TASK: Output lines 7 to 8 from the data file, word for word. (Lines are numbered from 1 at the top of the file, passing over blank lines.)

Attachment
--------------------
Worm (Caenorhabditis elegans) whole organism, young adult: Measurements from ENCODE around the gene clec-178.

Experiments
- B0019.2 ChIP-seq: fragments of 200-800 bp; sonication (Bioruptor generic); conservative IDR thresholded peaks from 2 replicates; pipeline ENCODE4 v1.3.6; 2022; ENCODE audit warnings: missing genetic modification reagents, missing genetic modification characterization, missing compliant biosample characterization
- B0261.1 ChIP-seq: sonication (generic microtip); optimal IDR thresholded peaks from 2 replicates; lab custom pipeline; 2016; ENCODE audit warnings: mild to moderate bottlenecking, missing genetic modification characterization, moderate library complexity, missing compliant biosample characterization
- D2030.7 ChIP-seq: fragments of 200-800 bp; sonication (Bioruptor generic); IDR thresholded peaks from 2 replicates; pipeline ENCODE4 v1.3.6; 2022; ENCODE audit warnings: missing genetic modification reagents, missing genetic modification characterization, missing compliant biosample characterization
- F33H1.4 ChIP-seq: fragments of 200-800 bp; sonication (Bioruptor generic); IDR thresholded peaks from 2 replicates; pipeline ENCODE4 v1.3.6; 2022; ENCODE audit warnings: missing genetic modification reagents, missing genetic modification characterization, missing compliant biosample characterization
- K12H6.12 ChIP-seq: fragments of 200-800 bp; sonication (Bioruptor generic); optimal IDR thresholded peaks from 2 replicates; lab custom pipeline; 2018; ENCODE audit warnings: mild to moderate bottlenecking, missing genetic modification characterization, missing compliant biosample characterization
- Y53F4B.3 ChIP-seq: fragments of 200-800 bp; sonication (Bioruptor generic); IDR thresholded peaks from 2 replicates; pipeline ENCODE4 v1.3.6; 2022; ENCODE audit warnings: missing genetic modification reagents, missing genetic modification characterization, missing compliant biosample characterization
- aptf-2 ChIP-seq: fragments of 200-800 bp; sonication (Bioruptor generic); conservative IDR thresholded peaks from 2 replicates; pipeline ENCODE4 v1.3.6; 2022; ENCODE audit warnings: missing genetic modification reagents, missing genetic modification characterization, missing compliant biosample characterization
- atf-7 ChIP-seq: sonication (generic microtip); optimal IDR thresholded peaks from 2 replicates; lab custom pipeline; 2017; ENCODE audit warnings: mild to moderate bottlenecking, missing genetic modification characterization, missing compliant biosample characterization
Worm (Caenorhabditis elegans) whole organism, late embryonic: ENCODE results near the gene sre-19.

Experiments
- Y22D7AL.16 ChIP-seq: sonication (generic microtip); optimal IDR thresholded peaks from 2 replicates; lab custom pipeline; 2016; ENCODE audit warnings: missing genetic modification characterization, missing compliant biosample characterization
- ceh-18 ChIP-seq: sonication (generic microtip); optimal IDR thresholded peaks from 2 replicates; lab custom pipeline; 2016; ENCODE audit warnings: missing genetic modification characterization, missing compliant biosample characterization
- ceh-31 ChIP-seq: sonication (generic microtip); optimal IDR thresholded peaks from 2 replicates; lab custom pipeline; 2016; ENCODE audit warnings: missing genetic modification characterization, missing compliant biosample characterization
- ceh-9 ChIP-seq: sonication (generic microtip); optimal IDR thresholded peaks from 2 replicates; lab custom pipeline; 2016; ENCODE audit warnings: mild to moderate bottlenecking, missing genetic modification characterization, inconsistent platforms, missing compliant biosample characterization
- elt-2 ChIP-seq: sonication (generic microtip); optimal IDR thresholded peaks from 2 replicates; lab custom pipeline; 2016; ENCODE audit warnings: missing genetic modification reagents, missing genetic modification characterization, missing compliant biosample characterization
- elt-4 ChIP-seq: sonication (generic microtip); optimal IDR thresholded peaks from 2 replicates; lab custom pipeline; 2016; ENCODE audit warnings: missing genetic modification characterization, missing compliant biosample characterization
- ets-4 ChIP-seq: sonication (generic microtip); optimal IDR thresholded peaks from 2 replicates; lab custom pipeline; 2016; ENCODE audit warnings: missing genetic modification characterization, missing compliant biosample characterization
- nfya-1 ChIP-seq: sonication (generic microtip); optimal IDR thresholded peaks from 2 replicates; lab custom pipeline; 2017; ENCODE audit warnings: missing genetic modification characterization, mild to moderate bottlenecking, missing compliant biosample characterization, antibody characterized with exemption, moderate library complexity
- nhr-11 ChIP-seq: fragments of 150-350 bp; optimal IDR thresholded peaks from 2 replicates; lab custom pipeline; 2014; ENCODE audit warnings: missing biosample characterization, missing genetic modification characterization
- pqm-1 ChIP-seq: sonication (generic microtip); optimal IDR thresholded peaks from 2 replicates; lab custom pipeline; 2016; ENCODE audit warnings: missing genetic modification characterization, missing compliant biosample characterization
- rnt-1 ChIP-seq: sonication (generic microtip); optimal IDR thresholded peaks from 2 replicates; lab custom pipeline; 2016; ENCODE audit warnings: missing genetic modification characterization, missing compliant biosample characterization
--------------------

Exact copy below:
- K12H6.12 ChIP-seq: fragments of 200-800 bp; sonication (Bioruptor generic); optimal IDR thresholded peaks from 2 replicates; lab custom pipeline; 2018; ENCODE audit warnings: mild to moderate bottlenecking, missing genetic modification characterization, missing compliant biosample characterization
- Y53F4B.3 ChIP-seq: fragments of 200-800 bp; sonication (Bioruptor generic); IDR thresholded peaks from 2 replicates; pipeline ENCODE4 v1.3.6; 2022; ENCODE audit warnings: missing genetic modification reagents, missing genetic modification characterization, missing compliant biosample characterization